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Descripción editorial

Alternate realities not alternative facts

In the fifth novel in Ira Nayman’s Multiverse series (aka the Transdimensional Authority series, which is misleading because book four of the series was mostly about the Time Agency – honestly, if you blinked, you would have missed the appearance of the Transdimensional Authority, and if you didn’t blink, well, Elsewhen Press accepts no responsibility for the cost of the surgery to rehydrate your eyes), we once again follow the intricate web of events that unfold in a Transdimensional Authority investigation (oh! – so we could have stayed with the other series name after all – it’s not easy keeping track when these sentences can be the size of a Sherman tank!).

Why would someone, apparently chosen at random, have their consciousness swapped with someone else in another reality?

How would someone, apparently chosen at random, have their consciousness swapped with someone else in another reality?

Why would another three persons, apparently chosen at random, have their consciousness swapped with three other someone elses in another reality?

Why would the entire bridge crew of a starship, apparently… well, you get the picture.

What will happen to all these very confused people?

How does the Alternate Reality News Service get scoops on these events so quickly?

Why are their reporters acting so dodgy – do they have something to hide, or just issues?

Who are the Pops, and can they help?

Does the editor know what’s going on, and if she does would she even tell Noomi (our favourite TA investigator)?

What was that noise from her office when Noomi was ‘interviewing’ her?

Why am I asking you these questions when you haven’t even read the story yet?

Or have you?

Why are you reading this blurb if you’ve already read the story?

Are you looking for an alternate reality, or just alternative facts?

This is fiction you know, we tell it like it is. If you want alternative facts you better try a news service… or a politician. Oh, and if you’re looking for a news service, you could always consider the Alternate Reality News Service.

Visit bit.ly/Multiverse5


Praise for previous novels in this series

Welcome to the Multiverse (Sorry for the Inconvenience)

“It was freewheeling weirdness, with a distinctly Canadian bent.”

– (Shirley Meier, author, The Fifth Millennium series)

“My very first impression when I began to read Multiverse was that this was a book that appeared to be written by Terry Pratchett and Douglas Adams’ hyperactive love child. Now, if you know me, you know I love both those aforementioned authors, so this was not a bad thing. As I read further, I realized that what I was seeing was less a combination of other authors and more a unique voice that had some elements of my favourite writers… I enjoyed this book. It had a lot of comedy that spoke to my own sense of humour. It also had depth to it that kept me thinking long after I was done reading it.”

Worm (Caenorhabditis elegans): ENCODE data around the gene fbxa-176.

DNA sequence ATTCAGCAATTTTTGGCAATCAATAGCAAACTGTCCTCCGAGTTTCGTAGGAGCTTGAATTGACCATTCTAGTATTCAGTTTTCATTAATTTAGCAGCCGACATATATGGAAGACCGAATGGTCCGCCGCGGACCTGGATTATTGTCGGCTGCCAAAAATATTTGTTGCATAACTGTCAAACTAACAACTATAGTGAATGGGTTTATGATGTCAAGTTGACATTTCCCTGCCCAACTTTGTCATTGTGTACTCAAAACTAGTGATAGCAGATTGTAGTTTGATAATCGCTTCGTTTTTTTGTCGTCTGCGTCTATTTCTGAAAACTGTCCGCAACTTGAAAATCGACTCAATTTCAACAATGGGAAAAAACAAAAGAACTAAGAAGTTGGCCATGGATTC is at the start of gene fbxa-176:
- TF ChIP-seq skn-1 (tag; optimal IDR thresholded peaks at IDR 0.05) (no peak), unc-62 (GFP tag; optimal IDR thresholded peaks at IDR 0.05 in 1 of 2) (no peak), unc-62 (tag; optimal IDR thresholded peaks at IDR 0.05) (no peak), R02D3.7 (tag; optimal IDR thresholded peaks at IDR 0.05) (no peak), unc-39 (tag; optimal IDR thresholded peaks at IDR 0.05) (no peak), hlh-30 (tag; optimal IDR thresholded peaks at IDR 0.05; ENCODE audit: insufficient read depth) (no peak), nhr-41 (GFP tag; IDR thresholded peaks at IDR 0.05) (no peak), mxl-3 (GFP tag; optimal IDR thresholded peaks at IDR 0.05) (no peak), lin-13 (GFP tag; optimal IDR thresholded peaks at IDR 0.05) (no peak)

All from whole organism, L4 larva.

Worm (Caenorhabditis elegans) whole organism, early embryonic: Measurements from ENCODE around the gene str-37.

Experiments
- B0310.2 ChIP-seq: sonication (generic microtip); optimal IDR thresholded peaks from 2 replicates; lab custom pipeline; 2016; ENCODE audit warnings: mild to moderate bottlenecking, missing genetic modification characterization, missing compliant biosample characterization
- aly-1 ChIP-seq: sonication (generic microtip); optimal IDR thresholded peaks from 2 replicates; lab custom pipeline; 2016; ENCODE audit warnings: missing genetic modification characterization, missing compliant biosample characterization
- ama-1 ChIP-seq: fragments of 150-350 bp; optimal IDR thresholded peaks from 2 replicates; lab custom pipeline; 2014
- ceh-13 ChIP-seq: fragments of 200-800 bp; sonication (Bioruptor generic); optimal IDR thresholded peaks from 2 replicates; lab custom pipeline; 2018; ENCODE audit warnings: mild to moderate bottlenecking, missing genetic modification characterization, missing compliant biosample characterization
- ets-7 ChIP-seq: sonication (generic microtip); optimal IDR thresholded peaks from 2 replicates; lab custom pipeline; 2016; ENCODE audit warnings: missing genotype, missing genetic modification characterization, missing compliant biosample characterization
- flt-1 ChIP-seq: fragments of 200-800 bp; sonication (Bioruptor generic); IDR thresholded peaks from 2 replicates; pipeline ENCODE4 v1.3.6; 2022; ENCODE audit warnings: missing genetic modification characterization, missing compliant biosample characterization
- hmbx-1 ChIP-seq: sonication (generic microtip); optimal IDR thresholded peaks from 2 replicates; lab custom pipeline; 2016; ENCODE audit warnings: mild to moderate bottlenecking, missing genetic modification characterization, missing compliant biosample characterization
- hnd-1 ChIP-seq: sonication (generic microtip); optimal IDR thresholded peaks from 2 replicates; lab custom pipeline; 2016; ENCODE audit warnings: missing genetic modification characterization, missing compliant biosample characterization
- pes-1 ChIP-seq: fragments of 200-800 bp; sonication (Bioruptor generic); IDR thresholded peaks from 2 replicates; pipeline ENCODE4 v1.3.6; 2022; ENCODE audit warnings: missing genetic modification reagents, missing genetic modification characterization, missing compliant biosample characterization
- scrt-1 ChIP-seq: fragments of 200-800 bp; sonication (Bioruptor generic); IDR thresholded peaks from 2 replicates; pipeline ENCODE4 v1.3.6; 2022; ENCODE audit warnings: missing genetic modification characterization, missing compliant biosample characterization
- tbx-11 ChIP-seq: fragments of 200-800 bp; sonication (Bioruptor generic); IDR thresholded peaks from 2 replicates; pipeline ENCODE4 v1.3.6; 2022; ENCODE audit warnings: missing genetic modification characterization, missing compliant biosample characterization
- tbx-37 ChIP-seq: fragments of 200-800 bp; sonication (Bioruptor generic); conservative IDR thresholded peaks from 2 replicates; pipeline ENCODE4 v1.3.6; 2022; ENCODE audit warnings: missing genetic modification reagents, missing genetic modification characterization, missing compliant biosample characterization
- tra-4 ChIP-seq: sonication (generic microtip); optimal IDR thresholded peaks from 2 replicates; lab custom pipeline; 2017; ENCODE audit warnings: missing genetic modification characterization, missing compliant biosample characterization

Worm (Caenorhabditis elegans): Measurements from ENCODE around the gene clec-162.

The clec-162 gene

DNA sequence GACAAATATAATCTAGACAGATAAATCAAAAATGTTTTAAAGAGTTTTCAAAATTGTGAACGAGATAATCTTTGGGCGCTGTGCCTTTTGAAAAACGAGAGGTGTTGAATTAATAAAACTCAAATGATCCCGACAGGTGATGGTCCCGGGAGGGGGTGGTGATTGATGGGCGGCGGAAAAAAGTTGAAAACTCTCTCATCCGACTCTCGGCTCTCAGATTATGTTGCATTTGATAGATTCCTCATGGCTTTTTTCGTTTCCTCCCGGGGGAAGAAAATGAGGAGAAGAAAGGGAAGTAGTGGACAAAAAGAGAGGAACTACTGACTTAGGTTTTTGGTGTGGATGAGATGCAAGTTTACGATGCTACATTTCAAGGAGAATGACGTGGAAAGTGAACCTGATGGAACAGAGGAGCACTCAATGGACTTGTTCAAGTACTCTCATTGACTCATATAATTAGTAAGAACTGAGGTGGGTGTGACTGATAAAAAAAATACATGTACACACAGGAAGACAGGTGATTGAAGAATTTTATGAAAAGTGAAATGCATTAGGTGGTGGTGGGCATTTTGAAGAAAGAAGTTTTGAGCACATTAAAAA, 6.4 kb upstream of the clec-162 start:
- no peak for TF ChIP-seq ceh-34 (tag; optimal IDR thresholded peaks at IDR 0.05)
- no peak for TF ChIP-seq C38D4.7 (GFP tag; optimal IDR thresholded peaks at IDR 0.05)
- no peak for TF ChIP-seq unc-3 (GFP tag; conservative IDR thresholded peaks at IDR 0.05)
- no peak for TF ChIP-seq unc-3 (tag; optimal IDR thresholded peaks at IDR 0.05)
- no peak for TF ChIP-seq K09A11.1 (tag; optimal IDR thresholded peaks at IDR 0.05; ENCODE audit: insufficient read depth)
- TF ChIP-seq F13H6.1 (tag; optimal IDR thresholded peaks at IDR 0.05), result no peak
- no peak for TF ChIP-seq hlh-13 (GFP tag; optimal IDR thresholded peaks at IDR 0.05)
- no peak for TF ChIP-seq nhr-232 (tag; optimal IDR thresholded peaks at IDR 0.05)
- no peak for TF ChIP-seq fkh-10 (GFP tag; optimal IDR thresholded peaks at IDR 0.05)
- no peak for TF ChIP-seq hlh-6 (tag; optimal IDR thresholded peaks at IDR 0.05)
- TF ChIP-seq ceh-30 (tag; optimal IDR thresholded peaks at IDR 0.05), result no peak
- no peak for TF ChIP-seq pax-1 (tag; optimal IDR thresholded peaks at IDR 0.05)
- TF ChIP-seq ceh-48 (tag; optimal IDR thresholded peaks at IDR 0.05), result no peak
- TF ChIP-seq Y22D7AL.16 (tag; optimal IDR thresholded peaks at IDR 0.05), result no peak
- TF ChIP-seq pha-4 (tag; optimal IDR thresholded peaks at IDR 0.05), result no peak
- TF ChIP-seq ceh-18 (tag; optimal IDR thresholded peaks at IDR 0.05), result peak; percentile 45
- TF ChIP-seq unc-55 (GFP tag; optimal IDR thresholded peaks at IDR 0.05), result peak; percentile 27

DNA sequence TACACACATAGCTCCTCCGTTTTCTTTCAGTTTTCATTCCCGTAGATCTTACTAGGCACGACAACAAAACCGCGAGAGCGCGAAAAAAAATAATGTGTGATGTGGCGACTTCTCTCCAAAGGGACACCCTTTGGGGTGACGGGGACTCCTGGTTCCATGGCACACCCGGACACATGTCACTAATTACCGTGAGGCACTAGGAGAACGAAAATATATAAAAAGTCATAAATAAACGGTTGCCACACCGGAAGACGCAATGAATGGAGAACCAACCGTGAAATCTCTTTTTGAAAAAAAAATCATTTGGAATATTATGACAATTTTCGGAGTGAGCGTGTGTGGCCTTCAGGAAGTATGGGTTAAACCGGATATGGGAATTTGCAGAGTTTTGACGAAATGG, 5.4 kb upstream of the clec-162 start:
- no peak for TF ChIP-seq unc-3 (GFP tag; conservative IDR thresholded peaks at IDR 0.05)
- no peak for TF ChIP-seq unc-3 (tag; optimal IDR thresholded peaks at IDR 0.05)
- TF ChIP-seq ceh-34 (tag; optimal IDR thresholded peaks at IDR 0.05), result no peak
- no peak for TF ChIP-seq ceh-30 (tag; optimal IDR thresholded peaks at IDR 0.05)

– (Mike Plested, Irreverent Muse)

“The writing is clever and mixed up just enough to make the book something special.” – (Eric Swett, My Writer’s Cramp)

You Can’t Kill the Multiverse (But You Can Mess With its Head)

“This sequel to Welcome to the Multiverse (Sorry for the Inconvenience) is almost an invention of style itself. Very few authors would dare it and far fewer publishers would relish in the idea of publishing it.”

– (Indie Drew, Indie Drew’s Indie Files)

“[F]or those who enjoy full-throttle comedy, the kind that forces audible guffaws in public places, I highly recommend you give Ira Nayman’s You Can’t Kill the Multiverse (But You Can Mess With its Head) a try.”

– (David Kilman, Amazing Stories Web site)

Random Dingoes

“Ira Nayman is one of the best authors of humorous science fiction… His intelligent humour has a cool and sharp edge to it that may leave you stunned by its effectiveness.”

– (Seregil of Rhiminee, RisingShadow)

“I’m rating this as a 4.5 of 5 stars. Ira is at the top of his game in Random Dingoes. The satire is satirical without being cruel. The puns are clever without being pithy. The writing is impeccable. There is a wonderful depth to the characters and their interactions, including TAMI, the inanimate one. The story has nice little bits of Canadiana thrown in, which are always delightful to a reader who knows the turf. It all seems very real, in a completely surreal world. Great fun.”

–  (Ann Dalhunty, Goodreads)

It’s Just the Chronosphere Unfolding as it Should

“Time travel squared – or maybe Times Square at faster than light – or maybe E(d) Sullivan = MC-square, as Elvis, who appears as a main character in this gonzo novel, approached by Ms. Radames from the Time Agency (not Authority!), who’s a Beatles not an Elvis fan, might have put it. There’s also a Hindenburg (the dirigible), a Cronenberg (I’m pretty sure David), a Seldon (not Hari), and a Molly Holzschlag (either a former Connect Ed student or named after one, look it up), and lots more in this deeply frothy narrative. I’d review it for the Cross Temporal Press, if it really existed outside of this story. As it is, I can tell you: if you’d like to read something that Tom Wolfe, had he mind-melded with Kurt Vonnegut and a little with Dr. Seuss, might have concocted, snap up It’s Just the Chronosphere (not Cronensphere!) Unfolding as it Should. Do it last year!”

– (Paul Levinson, author of The Plot to Save Socrates)

With another outstanding cover from artist Hannah B. Farrell

Ciencia ficción y fantasía
16 de junio
Elsewhen Press
Alnpete Limited

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